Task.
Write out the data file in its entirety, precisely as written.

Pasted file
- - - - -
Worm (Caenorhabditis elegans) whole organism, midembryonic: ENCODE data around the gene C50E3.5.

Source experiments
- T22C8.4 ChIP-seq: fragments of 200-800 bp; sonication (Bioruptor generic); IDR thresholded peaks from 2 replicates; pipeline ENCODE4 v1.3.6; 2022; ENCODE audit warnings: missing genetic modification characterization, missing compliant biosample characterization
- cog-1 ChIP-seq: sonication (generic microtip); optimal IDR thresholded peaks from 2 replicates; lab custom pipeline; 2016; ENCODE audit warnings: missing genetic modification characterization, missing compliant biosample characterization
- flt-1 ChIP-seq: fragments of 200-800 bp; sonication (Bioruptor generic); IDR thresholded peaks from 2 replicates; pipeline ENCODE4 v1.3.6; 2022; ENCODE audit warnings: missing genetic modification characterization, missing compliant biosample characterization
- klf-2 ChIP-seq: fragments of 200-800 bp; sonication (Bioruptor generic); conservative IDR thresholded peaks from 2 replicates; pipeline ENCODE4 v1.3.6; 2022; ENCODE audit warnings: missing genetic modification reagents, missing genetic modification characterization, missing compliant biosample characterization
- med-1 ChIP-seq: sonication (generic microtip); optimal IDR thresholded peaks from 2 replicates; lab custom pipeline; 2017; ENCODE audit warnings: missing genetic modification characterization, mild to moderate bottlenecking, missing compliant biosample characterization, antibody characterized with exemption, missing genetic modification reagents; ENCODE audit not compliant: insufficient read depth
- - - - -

Worm (Caenorhabditis elegans) whole organism, midembryonic: ENCODE data around the gene C50E3.5.

Source experiments
- T22C8.4 ChIP-seq: fragments of 200-800 bp; sonication (Bioruptor generic); IDR thresholded peaks from 2 replicates; pipeline ENCODE4 v1.3.6; 2022; ENCODE audit warnings: missing genetic modification characterization, missing compliant biosample characterization
- cog-1 ChIP-seq: sonication (generic microtip); optimal IDR thresholded peaks from 2 replicates; lab custom pipeline; 2016; ENCODE audit warnings: missing genetic modification characterization, missing compliant biosample characterization
- flt-1 ChIP-seq: fragments of 200-800 bp; sonication (Bioruptor generic); IDR thresholded peaks from 2 replicates; pipeline ENCODE4 v1.3.6; 2022; ENCODE audit warnings: missing genetic modification characterization, missing compliant biosample characterization
- klf-2 ChIP-seq: fragments of 200-800 bp; sonication (Bioruptor generic); conservative IDR thresholded peaks from 2 replicates; pipeline ENCODE4 v1.3.6; 2022; ENCODE audit warnings: missing genetic modification reagents, missing genetic modification characterization, missing compliant biosample characterization
- med-1 ChIP-seq: sonication (generic microtip); optimal IDR thresholded peaks from 2 replicates; lab custom pipeline; 2017; ENCODE audit warnings: missing genetic modification characterization, mild to moderate bottlenecking, missing compliant biosample characterization, antibody characterized with exemption, missing genetic modification reagents; ENCODE audit not compliant: insufficient read depth